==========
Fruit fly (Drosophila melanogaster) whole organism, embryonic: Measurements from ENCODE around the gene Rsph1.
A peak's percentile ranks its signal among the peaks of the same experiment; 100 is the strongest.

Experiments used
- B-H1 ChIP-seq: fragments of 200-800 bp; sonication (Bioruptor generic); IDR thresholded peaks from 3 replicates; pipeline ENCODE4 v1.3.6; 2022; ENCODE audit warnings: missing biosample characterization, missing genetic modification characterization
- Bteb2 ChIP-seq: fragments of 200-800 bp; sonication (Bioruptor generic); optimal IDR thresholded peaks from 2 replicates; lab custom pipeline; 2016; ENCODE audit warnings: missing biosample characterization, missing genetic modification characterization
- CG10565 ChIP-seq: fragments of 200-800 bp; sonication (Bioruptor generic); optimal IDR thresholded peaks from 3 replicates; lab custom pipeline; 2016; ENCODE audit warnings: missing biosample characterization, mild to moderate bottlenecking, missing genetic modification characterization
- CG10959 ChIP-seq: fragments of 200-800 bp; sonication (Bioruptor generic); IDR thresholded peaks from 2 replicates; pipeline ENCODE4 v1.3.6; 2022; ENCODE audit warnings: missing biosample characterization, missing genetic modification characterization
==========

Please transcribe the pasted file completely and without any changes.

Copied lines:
Fruit fly (Drosophila melanogaster) whole organism, embryonic: Measurements from ENCODE around the gene Rsph1.
A peak's percentile ranks its signal among the peaks of the same experiment; 100 is the strongest.

Experiments used
- B-H1 ChIP-seq: fragments of 200-800 bp; sonication (Bioruptor generic); IDR thresholded peaks from 3 replicates; pipeline ENCODE4 v1.3.6; 2022; ENCODE audit warnings: missing biosample characterization, missing genetic modification characterization
- Bteb2 ChIP-seq: fragments of 200-800 bp; sonication (Bioruptor generic); optimal IDR thresholded peaks from 2 replicates; lab custom pipeline; 2016; ENCODE audit warnings: missing biosample characterization, missing genetic modification characterization
- CG10565 ChIP-seq: fragments of 200-800 bp; sonication (Bioruptor generic); optimal IDR thresholded peaks from 3 replicates; lab custom pipeline; 2016; ENCODE audit warnings: missing biosample characterization, mild to moderate bottlenecking, missing genetic modification characterization
- CG10959 ChIP-seq: fragments of 200-800 bp; sonication (Bioruptor generic); IDR thresholded peaks from 2 replicates; pipeline ENCODE4 v1.3.6; 2022; ENCODE audit warnings: missing biosample characterization, missing genetic modification characterization